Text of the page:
Manchester United lead clubs’ rejection of European Super League

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Manchester United have said that they remain “fully committed” to working with Uefa as a number of clubs come out against new proposals for a European Super League.

The Super League project was given renewed life by a ruling at the European Court of Justice that found that Uefa had acted unlawfully in blocking the original plans for the competition in April 2021.

A22 Sports, the company behind the idea, have subsequently unveiled new, revamped plans for a midweek tournament comprising 64 men’s clubs in three tiers, as well as a 32-team women’s competition.

Manchester United were one of six Premier League clubs included among 12 backers of the project two and a half years ago, but soon pulled out after significant opposition from English fans.

And the Old Trafford club have underlined that their position remains the same as they bid to work through the European Club Association (ECA) to develop European football.

“Our position has not changed,” Manchester United said in a statement. “We remain fully committed to participation in Uefa competitions, and to positive cooperation with Uefa, the Premier League, and fellow clubs through the ECA on the continued development of the European game.”

The UK government’s Department for Digital, Culture, Media and Sport (DCMS) has suggested that it will soon launch new regulation that will block English clubs from joining any proposed breakaway league.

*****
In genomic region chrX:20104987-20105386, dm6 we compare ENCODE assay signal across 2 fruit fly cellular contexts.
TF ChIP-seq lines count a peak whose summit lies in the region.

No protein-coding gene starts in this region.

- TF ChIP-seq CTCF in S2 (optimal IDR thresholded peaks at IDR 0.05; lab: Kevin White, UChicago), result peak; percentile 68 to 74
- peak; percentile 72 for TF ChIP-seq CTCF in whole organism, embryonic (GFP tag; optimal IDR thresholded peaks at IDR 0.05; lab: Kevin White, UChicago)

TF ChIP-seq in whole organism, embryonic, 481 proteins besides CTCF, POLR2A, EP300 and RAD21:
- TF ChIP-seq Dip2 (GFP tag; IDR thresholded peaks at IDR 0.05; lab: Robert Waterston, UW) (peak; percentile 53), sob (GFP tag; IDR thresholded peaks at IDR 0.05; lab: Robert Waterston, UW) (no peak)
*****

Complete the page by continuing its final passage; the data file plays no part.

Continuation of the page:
Fans protested in April 2021 when the initial plans were revealed

The Super League continues to be supported prominently by Real Madrid and Barcelona, but other big continental clubs have reinforced their opposition to the proposal.

“Such a competition would be an attack on the importance of the national leagues and the structure of European football,” Jan Christian Dreesen, the chief executive of Bayern Munich, said. “The Bundesliga is the foundation of FC Bayern, just as all national leagues are the foundation of other European football clubs.

“It is therefore our duty and our deep conviction to strengthen them, not to weaken them. We are also committed to the European club competitions under the umbrella of UEFA. So let me make it very clear once again that the door for the Super League remains closed at FC Bayern.”

Atletico Madrid, meanwhile, noted that the “football community does not support the European Super League”, while fellow La Liga competitors Sevilla posted a graphic on X (formerly Twitter) stating: “Earn it on the pitch”.

The ECA earlier issued a statement clarifying that the ECJ’s judgement “in no way endorses” the Super League plans.

It continued: “In short, the world of football moved on from the Super League years ago and progressive reforms will continue.

“Most importantly, football is a social contract not a legal contract – all the recognized stakeholders of European and world football – spanning confederations, federations, clubs, leagues, players and fans – stand more united than ever against the attempts by a few individuals pursing personal agendas to undermine the very foundations and basic principles of European football.”

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